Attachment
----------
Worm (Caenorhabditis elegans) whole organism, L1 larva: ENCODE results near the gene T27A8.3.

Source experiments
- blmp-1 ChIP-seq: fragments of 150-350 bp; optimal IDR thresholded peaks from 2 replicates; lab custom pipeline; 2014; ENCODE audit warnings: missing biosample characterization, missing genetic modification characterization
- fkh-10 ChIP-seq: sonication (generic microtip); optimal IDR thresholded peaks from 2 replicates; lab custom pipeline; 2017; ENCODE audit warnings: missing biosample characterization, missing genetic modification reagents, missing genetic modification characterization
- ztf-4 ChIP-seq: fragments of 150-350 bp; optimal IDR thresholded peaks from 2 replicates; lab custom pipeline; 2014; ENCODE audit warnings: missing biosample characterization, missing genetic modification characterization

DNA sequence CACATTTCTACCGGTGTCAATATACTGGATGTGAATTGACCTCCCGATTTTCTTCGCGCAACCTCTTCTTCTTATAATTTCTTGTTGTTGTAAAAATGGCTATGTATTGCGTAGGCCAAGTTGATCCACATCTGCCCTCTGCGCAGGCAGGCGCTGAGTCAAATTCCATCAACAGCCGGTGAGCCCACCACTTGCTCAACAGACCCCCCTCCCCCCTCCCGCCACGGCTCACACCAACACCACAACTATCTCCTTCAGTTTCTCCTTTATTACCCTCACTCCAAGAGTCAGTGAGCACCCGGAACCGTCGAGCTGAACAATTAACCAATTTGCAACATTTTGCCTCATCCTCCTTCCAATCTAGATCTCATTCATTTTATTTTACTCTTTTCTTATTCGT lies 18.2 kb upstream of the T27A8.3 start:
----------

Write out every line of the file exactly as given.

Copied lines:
Worm (Caenorhabditis elegans) whole organism, L1 larva: ENCODE results near the gene T27A8.3.

Source experiments
- blmp-1 ChIP-seq: fragments of 150-350 bp; optimal IDR thresholded peaks from 2 replicates; lab custom pipeline; 2014; ENCODE audit warnings: missing biosample characterization, missing genetic modification characterization
- fkh-10 ChIP-seq: sonication (generic microtip); optimal IDR thresholded peaks from 2 replicates; lab custom pipeline; 2017; ENCODE audit warnings: missing biosample characterization, missing genetic modification reagents, missing genetic modification characterization
- ztf-4 ChIP-seq: fragments of 150-350 bp; optimal IDR thresholded peaks from 2 replicates; lab custom pipeline; 2014; ENCODE audit warnings: missing biosample characterization, missing genetic modification characterization

DNA sequence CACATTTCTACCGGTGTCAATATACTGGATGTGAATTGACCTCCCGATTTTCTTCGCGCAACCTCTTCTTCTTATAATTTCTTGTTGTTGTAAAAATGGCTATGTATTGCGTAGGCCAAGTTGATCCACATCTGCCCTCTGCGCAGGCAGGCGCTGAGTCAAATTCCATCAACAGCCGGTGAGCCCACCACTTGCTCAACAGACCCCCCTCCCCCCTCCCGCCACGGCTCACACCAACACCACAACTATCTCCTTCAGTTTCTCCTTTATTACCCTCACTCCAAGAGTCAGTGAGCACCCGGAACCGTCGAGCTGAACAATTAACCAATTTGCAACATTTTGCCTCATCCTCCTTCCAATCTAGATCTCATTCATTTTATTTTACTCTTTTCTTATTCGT lies 18.2 kb upstream of the T27A8.3 start: